Before I continue the story, I wanted to say something about why I am sharing this. Before my transplant, for years, I read everything I could find about lung disease, treatments and transplant. I researched every natural treatment option, diet plan, vitamin. If I could find it via google search, I read it. Along the way I found several blogs that generously took us along their journey. Some were authored by spouses (hello Denise Rider) some by young people bravely fighting cystic fibrosis, a couple I followed through their first and then second transplant( thank you Piper Beatty Welsh) Yes, that's a thing. Sometimes the body rejects the lungs and the only option is a second transplant. I hope never to face that fate, but am comforted knowing it's an option. I took all of their stories with me as I traveled my own road through transplant and it helped the territory feel a little more familiar. I wasn't as frightened by some of the setbacks because I knew others had been through similar trials (or much worse) and triumphed. So, I feel like it's my duty to pay it forward. Maybe someone else can gain some knowledge or insight, but most of all, feel comforted and empowered.
When I left off, I was still in ICU, just waking up and the fog had not cleared from my brain before they said, OK, are you ready to walk? I was thinking, have they lost their minds? There is not a spot bigger than six inches on my whole body that doesn't have a tube going in or coming out. There were tubes and wires and hoses everywhere and all of that didn't faze them one bit. Those Duke ICU nurses are amazing human beings. They work so hard. All of my accoutrements were gathered up safely and they converted my bed into a chair that pushed me right off the end. It took a lot longer to get me ready to go than my actual walk ended up being but it was a small victory and it was the first steps toward home.
Excuse the crazy hair, I had just been cut in half! I wasn't too concerned with appearances. (and that's a good thing since it would be more than a month before that hair was washed- yikes!)
I think it was another day, maybe two and I was moved to the cardio-thoracic stepdown unit, into a room the size of a broom closet. Seriously, tiny rooms on the 3100 unit!
I was there on Thanksgiving day and I had no turkey. No dressing. No cranberry sauce. Not even cranberry flavored jello. I may have been allowed a sip of sterile water by that time, I'm not sure. Duke is very, very strict about what and when you swallow post-transplant. They are very protective (and thankfully so) of those new lungs. First you have to pass a swallow test (I did while in ICU). They run a tiny tube with a small camera on the end down your nose into the back of your throat and watch you swallow items they have dyed green. First a little milk, then some pudding, and finally a bit of little Debbie oatmeal cookie. They want to be sure everything goes down the correct pipe. I had a beautiful swallow and was cleared to swallow solids and liquids. Before I would actually be given liquids or solids, I had to pass a gastric emptying test. First for liquids then solids. Two different tests administered on different days. I passed for liquids but not solids.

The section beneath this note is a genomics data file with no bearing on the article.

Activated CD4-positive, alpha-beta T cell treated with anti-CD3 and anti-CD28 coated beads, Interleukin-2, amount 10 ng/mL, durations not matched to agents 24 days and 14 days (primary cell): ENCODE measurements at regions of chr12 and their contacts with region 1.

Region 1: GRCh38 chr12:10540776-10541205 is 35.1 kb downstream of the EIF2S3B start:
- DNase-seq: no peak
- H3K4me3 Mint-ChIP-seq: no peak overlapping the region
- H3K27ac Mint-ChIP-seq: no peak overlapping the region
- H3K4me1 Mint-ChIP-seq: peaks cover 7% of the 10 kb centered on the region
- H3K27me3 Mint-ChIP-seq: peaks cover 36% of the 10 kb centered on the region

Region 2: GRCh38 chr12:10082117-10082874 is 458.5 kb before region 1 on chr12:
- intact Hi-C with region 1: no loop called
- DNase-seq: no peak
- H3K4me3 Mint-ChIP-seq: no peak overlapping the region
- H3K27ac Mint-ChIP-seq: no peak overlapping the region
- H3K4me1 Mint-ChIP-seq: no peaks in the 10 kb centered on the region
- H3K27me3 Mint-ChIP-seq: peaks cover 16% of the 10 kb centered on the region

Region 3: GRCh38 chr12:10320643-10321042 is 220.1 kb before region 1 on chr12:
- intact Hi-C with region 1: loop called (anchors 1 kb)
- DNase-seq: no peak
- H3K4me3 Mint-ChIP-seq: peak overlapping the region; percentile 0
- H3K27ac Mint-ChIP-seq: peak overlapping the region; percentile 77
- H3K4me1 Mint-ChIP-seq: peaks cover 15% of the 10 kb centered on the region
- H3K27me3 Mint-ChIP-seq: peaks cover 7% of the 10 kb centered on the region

They have you drink juice that has had radioactive dye added then take a series of x-rays.
They time how long it takes for the juice to move through your stomach into your intestines. So many systems are disrupted during transplant, they have to be very cautious in assuring that those systems are functioning properly after the surgery. For the solid food testing, it's the same except they give you (disgusting) egg (product) with some toast to eat. I managed to get the eggs down, but didn't ask for seconds. Apparently the eggs decided to hang around in my stomach a little too long so I flunked the solid food emptying test. At this point I was about a week post-transplant. I was feeling pretty good, but far from great. I was not getting much sleep, not eating and was expected to walk. Walk, walk, walk. 20 laps around the unit was the minimum for discharge and I think you had to do that three consecutive days.
This was taken the day I finally got 20 laps. This was on December 6th with a plan for discharge around the 9th. On December 10th I was having surgery again. Remember I said the road to recovery was a bumpy one. The first two weeks were fairly smooth. Not a cake walk, but a typical lung transplant recovery. I developed some complications that are not uncommon. Atrial fib being one. I was finally cleared to eat solid food but to my dismay, everything tasted horrible. Not just the taste, but the texture was strange in my mouth, so I had no interest in food. Not eating and the atrial fib left me exhausted. I was having some issues with anxiety because I still felt breathless. I was using my old breathing habits, taking small shallow breaths and walking left me hyperventilating. I had to go very slow and take many breaks. I saw others who were recovering, zooming by my room. Lap after lap. As the days passed and plans were being made for discharge, it seemed to be getting harder to walk instead of easier. I was having more exhausting bouts with atrial fib. I desperately wanted to go home. I was not getting any sleep, I was weak and missed my family, my Toby.
Christmas was getting closer and I didn't want to be in the hospital.
Then it was discovered I had some fluid building up on the outside of my lungs. I had a procedure to try to remove the fluid, called a thoracentesis. A needle is inserted and fluid is drawn out into a large syringe. It was unsuccessful. The fluid had flocculated, or become solid and would have to be scraped away. I would have to go back into the OR for decortication surgery. The surgery went fine but some of the chest tubes I had been able to get rid of were back and I was back in ICU for a few days. This time the 7th floor cardio-thoracic ICU was full and I went to the 6th floor medical ICU. The nurses are great, I'm sure, but they aren't trained in caring for post-transplant patients. I was there for three days without getting out of bed to walk. This was a huge setback to my recovery. I was transferred out to stepdown, but was in bad shape.